What you need to know:
- The conflict is turning Ethiopia into a blotch in humanity’s conscience that the African Union and the world can no longer ignore.
- The pan-African body has a Herculean responsibility to prevent Ethiopia from becoming Africa’s Yugoslavia.
Africa is facing a Rwanda-like déjà vu moment all over again. Nine months after armed conflict erupted in Ethiopia’s Tigray region on November 4, 2020, the country is teetering on the brink of an all-out civil war. The war carries eerie echoes of the 1994 genocide in Rwanda, when Africa and the world stood by and watched as nearly a million people were killed.
The conflict is turning Ethiopia into a blotch in humanity’s conscience that the African Union and the world can no longer ignore. It poses an acid test to the much-vaunted AU’s Peace and Security Architecture (Aupsa), created two decades ago to silence the guns on the continent. The pan-African body has a Herculean responsibility to prevent Ethiopia from becoming Africa’s Yugoslavia.
As a starting point, the AU has to silence the guns in Ethiopia, then go on to find lasting solutions to the root causes of the festering conflict. The optimism of a democratic transition that followed Abiy Ahmed Ali’s rise to power in April 2018 has gone with the wind.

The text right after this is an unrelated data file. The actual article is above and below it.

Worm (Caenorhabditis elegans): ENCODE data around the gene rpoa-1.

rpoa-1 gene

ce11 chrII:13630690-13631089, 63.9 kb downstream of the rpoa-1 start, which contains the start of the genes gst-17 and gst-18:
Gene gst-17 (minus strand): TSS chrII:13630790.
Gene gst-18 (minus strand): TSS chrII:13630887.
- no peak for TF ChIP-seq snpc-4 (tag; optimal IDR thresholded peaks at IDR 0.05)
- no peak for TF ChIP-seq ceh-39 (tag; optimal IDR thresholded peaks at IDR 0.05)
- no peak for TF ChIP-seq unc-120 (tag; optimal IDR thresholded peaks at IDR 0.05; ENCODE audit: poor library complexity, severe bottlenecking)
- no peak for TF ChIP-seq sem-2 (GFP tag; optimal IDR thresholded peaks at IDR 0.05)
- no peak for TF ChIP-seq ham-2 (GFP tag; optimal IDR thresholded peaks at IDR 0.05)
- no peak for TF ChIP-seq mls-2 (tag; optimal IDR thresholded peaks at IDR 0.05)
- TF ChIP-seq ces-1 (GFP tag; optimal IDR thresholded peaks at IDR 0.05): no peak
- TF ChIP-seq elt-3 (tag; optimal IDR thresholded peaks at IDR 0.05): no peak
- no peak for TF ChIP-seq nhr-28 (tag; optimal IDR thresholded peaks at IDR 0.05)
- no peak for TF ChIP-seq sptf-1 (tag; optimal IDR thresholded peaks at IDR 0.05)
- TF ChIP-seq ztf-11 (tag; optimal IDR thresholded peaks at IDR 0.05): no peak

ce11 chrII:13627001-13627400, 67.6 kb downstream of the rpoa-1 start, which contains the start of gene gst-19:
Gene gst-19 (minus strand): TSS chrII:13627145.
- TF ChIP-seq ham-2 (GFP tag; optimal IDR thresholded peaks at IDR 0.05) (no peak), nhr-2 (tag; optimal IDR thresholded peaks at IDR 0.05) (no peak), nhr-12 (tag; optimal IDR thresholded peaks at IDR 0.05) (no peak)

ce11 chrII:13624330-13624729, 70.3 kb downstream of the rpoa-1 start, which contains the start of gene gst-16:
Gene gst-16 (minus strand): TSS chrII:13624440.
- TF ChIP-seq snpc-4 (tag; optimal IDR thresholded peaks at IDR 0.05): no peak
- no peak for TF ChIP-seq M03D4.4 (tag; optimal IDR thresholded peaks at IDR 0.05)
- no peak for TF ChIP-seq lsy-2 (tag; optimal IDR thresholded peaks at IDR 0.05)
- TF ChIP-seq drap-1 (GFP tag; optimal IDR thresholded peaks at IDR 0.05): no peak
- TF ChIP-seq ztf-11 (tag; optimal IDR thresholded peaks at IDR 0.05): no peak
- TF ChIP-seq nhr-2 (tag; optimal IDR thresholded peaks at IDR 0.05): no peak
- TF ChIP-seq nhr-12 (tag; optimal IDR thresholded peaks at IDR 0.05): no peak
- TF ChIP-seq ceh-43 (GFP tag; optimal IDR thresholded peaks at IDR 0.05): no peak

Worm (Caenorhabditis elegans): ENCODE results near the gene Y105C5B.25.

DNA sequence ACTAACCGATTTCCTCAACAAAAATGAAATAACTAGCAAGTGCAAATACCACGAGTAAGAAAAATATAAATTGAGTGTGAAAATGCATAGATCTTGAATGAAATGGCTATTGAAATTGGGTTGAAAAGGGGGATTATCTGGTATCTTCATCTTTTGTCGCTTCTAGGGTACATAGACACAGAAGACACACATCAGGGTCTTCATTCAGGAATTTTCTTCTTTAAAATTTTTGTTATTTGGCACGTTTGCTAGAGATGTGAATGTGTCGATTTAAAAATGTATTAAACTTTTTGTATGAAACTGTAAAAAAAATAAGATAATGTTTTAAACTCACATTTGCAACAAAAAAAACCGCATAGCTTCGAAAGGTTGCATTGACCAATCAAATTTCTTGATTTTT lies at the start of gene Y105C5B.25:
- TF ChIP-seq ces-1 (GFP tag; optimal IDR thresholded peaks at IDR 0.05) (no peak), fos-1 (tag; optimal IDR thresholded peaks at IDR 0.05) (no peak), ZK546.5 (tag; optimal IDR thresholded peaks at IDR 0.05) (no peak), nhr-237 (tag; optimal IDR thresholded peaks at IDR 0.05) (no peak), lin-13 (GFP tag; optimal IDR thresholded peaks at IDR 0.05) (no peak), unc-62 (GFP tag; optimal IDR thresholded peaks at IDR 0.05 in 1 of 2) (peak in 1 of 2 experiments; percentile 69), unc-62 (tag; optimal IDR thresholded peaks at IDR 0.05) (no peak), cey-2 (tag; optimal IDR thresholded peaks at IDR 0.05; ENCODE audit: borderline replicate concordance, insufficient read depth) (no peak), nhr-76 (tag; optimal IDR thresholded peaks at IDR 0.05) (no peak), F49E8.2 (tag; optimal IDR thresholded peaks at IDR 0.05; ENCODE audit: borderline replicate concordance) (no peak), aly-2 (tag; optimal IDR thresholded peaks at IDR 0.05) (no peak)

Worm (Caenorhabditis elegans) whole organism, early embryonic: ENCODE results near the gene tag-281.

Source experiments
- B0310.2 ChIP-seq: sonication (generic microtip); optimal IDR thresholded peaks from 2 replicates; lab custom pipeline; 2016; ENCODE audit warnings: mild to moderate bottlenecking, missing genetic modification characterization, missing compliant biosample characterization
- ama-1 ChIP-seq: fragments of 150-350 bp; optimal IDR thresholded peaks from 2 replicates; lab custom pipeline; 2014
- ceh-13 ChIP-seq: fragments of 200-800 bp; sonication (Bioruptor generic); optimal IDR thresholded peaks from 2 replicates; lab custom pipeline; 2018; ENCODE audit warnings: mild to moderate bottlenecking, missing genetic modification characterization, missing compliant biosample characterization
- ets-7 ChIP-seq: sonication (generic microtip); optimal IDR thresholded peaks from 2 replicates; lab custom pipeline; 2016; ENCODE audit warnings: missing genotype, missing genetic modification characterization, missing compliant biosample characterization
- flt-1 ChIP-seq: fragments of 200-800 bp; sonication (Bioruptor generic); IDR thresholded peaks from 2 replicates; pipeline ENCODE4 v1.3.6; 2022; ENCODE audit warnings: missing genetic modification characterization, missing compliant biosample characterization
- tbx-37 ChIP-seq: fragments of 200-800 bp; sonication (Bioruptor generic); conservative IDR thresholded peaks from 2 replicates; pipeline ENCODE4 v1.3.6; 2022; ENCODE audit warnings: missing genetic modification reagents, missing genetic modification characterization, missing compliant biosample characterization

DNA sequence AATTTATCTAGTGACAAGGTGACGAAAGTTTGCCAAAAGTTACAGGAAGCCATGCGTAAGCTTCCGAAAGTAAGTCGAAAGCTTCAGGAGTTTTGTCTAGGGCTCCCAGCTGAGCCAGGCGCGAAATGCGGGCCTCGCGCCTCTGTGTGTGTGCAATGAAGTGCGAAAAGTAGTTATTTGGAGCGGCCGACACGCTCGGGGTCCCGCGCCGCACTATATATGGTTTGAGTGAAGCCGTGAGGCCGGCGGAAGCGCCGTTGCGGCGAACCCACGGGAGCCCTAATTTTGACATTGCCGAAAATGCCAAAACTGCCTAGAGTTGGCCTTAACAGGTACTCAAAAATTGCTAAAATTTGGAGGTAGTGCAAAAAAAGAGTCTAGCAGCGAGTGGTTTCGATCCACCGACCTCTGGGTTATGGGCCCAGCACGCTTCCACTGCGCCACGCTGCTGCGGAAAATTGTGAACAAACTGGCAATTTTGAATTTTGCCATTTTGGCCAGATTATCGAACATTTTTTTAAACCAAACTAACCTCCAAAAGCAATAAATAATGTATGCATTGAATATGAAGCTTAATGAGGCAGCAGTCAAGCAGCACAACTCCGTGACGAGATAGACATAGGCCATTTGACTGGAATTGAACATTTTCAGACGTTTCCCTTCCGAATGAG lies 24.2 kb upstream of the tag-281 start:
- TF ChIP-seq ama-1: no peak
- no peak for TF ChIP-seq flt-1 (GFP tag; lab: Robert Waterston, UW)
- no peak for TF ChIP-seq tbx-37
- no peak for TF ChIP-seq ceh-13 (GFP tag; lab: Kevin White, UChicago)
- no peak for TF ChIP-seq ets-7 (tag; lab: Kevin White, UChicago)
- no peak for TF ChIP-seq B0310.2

In hindsight, the Norwegian Nobel Committee erred by misreading Abiy’s military pact with Eritrea’s Isais Afewerki as a ‘historic’ peace deal that ended two decades of no-war-no-peace stalemate after the Ethiopia-Eritrea War (1998-2000) and awarding Abiy the 2019 Nobel Peace Prize.
Unlike Somalia, which is a nation struggling to forge a unifying state, Ethiopia is an authoritarian state trying to hew a nation out of more than 80 ethnic groups. Yet, instead of brokering a workable social contract to secure the future of Ethiopia as a multi-ethnic nation, Ethiopia’s rulers have imposed versions of a repressive victor’s order.
Paradoxically, Abiy rode to power on the resentment of the minority Tigrayan ethnic aristocracy that imposed a victor’s order over the majority Oromo (35 per cent) and Amhara (27 per cent). But he weakened Ethiopia’s ethnic federalism, centralised power around his newly formed Prosperity Party and resorted to authoritarian solutions to the complex crisis of the Ethiopian state .
In June 2020, the Tigrayan leadership opposed Abiy’s move to postpone the August 29, 2020 polls, citing the Covid-19 pandemic. Tigray leaders called for a caretaker government of technocrats and for a convention on the future of Ethiopia after Abiy’s mandate expired on October 5.
Quick and emphatic victory
Tensions rose as Tigray organised parliamentary elections on September 9, 2020 in defiance of the federal government’s postponement order.
The government declared the polls unlawful and froze Tigray’s budgetary allocations. The Tigray People’s Liberation Front (TPLF) termed the move an “act of war”. On November 4, 2020, forces aligned to the TPLF attacked the Northern Command bases and headquarters of the Ethiopian National Defence Forces (ENDF) in Tigray.